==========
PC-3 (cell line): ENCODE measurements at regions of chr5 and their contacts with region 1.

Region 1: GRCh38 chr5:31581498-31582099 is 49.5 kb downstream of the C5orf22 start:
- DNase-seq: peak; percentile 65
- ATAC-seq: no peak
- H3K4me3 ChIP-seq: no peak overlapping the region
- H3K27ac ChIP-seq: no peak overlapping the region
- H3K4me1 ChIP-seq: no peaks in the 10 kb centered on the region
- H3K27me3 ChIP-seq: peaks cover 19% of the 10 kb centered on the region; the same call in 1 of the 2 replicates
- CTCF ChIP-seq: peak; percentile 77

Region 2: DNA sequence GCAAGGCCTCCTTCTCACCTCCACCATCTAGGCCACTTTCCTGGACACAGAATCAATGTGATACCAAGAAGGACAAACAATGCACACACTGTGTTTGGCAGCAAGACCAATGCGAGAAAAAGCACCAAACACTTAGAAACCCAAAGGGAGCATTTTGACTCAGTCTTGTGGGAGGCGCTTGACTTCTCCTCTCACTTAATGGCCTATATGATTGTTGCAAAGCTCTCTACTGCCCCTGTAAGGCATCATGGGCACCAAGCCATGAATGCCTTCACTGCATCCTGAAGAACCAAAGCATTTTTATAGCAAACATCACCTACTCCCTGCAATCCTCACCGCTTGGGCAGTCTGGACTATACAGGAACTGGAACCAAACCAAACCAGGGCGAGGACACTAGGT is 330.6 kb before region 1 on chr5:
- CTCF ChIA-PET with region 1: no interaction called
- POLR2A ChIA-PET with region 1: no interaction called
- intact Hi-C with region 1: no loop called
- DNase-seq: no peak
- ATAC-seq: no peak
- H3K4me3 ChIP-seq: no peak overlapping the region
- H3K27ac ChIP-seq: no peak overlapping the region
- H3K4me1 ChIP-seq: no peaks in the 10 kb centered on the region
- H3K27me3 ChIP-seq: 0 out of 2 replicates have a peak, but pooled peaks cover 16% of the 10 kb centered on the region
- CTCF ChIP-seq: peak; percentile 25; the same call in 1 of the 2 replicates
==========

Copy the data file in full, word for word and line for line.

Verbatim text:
PC-3 (cell line): ENCODE measurements at regions of chr5 and their contacts with region 1.

Region 1: GRCh38 chr5:31581498-31582099 is 49.5 kb downstream of the C5orf22 start:
- DNase-seq: peak; percentile 65
- ATAC-seq: no peak
- H3K4me3 ChIP-seq: no peak overlapping the region
- H3K27ac ChIP-seq: no peak overlapping the region
- H3K4me1 ChIP-seq: no peaks in the 10 kb centered on the region
- H3K27me3 ChIP-seq: peaks cover 19% of the 10 kb centered on the region; the same call in 1 of the 2 replicates
- CTCF ChIP-seq: peak; percentile 77

Region 2: DNA sequence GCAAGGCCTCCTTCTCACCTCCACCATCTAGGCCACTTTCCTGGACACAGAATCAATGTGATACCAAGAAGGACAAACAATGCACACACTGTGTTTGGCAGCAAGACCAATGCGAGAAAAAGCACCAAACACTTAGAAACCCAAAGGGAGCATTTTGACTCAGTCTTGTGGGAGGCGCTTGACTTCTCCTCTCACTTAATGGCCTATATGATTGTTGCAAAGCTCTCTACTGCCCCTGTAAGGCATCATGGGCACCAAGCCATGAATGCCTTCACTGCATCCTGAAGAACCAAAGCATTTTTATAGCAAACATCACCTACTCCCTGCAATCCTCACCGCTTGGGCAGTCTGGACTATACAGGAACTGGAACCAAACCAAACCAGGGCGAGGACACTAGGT is 330.6 kb before region 1 on chr5:
- CTCF ChIA-PET with region 1: no interaction called
- POLR2A ChIA-PET with region 1: no interaction called
- intact Hi-C with region 1: no loop called
- DNase-seq: no peak
- ATAC-seq: no peak
- H3K4me3 ChIP-seq: no peak overlapping the region
- H3K27ac ChIP-seq: no peak overlapping the region
- H3K4me1 ChIP-seq: no peaks in the 10 kb centered on the region
- H3K27me3 ChIP-seq: 0 out of 2 replicates have a peak, but pooled peaks cover 16% of the 10 kb centered on the region
- CTCF ChIP-seq: peak; percentile 25; the same call in 1 of the 2 replicates